From the Chair...
Standing Committee on Legal Assistance
for Military Personnel
Of the varying types of work undertaken by the LAMP Committee to constantly improve the quality and availability of free civil legal services available to military personnel, our role in supporting and informing policymaking decisions allows us to have a wide and systemic impact for the benefit of our servicemembers and their families. Our work has included seeking federal legislation to fund pro bono legal services for military members, strengthening existing federal law to enhance legal protections for servicemembers in a variety of contexts, and calling upon states to accommodate the ability of military attorneys to represent their clients in state court under special rules of admission.
Beyond matters immediately affecting legal protections and services for military personnel, we are, on occasion, called upon to support policy measures that more broadly address the welfare of military families. Most recently we have had the opportunity to lend our support to an effort to improve conditions for attorneys who are the civilian spouses of military members and who, because of the need to frequently relocate due to the spouse's military service, face significant challenges when seeking licensure to practice law.
The difficulties encountered by the lawyer–spouses of military members are not unusual among those experienced by military spouses under all types of professional licensing requirements. In fact, First Lady Michelle Obama, as a part of her Joining Forces initiative, has identified these issues as a high priority and has called upon the states to adopt uniform standards to support military spouse employment and license portability. Ultimately the goal of the Joining Forces initiative is to ensure that the unique burdens placed upon our men and women in uniform do not result in impairment of their spouses' ability to find employment or advance their careers.
This is an issue about which I am personally familiar. My wife, Chris, is a nurse and has faced this licensing challenge in nursing every time we were reassigned to a new state. But as Joining Forces recognizes, my wife's situation is far from unusual; indeed, many of our own committee members know firsthand of similar experiences. And so, at least within the context of attorney–spouse licensing, the LAMP Committee believes this to be a matter affecting the legal profession about which we are qualified to take a position.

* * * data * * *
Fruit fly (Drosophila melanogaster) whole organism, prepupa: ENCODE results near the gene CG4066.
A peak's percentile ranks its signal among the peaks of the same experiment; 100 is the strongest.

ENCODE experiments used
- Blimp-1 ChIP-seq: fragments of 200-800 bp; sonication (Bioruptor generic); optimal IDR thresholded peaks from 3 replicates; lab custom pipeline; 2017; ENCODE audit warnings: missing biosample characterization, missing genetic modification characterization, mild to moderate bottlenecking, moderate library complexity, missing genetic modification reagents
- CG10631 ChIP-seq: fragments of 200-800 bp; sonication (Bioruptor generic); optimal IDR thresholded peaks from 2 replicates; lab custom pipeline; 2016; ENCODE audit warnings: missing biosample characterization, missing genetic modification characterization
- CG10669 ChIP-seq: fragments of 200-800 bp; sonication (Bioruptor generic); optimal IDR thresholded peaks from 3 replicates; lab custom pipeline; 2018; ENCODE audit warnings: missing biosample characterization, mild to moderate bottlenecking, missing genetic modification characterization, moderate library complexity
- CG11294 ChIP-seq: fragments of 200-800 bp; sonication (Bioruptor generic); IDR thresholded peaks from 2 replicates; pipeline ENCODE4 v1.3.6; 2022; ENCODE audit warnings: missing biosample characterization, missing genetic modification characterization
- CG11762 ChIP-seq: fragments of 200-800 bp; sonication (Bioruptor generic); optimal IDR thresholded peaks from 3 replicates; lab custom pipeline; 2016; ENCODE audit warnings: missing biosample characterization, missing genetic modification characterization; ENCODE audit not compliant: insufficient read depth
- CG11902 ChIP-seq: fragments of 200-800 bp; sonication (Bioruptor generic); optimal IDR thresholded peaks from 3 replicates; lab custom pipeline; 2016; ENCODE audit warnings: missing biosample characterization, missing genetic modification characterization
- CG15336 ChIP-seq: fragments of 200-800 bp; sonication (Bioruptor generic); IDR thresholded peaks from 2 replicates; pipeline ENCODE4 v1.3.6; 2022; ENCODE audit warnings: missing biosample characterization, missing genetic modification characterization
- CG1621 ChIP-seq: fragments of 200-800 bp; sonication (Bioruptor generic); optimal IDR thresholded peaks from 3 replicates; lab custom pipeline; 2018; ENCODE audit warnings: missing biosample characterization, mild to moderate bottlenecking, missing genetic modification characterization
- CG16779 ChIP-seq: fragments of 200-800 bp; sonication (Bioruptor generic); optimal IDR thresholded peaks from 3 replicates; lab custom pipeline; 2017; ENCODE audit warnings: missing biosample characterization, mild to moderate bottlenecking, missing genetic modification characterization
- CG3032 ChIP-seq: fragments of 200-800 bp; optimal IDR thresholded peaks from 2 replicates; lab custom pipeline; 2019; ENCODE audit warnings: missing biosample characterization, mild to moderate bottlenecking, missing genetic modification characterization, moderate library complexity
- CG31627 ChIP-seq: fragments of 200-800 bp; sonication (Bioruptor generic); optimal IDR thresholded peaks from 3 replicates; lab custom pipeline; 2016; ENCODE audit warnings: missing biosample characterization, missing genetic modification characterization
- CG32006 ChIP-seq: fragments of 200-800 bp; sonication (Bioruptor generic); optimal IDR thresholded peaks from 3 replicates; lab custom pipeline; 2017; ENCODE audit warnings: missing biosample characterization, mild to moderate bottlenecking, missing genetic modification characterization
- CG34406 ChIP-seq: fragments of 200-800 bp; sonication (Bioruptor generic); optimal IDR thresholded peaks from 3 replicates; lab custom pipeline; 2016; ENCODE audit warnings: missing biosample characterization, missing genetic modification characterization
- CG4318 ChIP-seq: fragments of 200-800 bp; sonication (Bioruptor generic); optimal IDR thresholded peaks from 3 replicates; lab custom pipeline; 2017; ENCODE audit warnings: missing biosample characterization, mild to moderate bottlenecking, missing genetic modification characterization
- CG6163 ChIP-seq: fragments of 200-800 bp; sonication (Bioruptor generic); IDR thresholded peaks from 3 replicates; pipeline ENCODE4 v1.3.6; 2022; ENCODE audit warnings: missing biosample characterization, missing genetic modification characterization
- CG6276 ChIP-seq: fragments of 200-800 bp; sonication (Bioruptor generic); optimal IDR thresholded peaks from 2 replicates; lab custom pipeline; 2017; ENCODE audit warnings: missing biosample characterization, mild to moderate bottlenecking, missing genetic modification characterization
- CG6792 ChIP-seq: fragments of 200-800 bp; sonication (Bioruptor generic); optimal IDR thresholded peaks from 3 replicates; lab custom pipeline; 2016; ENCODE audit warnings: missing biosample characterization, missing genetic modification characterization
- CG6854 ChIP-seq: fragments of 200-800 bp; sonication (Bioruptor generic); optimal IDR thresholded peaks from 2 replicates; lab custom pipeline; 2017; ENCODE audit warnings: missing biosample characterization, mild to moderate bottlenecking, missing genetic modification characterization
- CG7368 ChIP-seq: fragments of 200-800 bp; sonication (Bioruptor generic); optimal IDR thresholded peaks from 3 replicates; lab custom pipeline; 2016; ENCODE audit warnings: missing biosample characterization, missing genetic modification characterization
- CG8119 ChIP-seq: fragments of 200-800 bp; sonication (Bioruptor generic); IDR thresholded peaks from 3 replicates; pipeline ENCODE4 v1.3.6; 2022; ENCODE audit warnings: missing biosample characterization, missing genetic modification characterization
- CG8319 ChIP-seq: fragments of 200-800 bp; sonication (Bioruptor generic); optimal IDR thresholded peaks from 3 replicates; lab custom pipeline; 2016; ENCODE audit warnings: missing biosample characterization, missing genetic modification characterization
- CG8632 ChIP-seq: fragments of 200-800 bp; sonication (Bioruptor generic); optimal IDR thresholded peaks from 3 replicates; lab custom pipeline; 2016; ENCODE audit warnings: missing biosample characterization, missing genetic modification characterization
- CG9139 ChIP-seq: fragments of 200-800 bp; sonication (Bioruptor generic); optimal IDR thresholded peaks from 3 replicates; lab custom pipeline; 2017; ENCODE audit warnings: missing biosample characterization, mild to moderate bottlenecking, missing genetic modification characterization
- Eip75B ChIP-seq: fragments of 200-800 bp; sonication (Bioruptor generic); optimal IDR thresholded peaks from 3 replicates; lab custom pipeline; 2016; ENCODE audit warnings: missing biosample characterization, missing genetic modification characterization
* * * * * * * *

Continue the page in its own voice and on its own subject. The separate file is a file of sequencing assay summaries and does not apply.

For our November 2011 meeting at Davis–Monthan Air Force Base in Tucson, AZ, we invited Mary Reding to speak to the committee about this important issue. Ms. Reding is an attorney and spouse of an Air National Guard pilot; she is also the cofounder, along with the Hon. Erin Wirth (Coast Guard spouse), of the Military Spouse JD Network. This group has been working to promote improvements to state admission–to–practice rules that will accommodate the particular circumstances experienced by military spouse attorneys. After Ms. Reding's briefing to the committee, LAMP signed on to support a resolution to the ABA House of Delegates to urge courts and state and territorial bar admission authorities to adopt rules, regulations, and procedures that accommodate the unique needs of military spouse attorneys who move frequently in support of the nation's defense. The resolution, primarily sponsored by the Commission on Women in the Profession, was prepared for presentation at the 2012 ABA Midyear Meeting.
At the February 2012 Midyear in New Orleans, I had a chance to again meet with Ms. Reding and Judge Wirth and to assist with lining up additional speakers on behalf of the resolution. As it turned out, my help was unnecessary—after Judge Wirth's excellent speech to the House of Delegates on the issue, there was no opposition and the resolution was approved without dissent. It was gratifying to see the matter embraced by the ABA as an important issue not only for the profession, but for military families generally. And it was only just a couple of weeks later, at a White House press conference addressing professional licensing for military spouses, that the First Lady recognized the work of the ABA in this area, stating that it was the goal of Joining Forces "to urge more national professional associations to follow the lead of the American Bar Association."
LAMP is proud to have played a role in supporting this important resolution, and we look forward to not only continuing to work with the Commission on Women in the Profession and the Military Spouse JD Network to move this particular cause forward from the ABA and out to the states, but also on other policy matters where we can actively support the needs of our men and women in uniform and their families.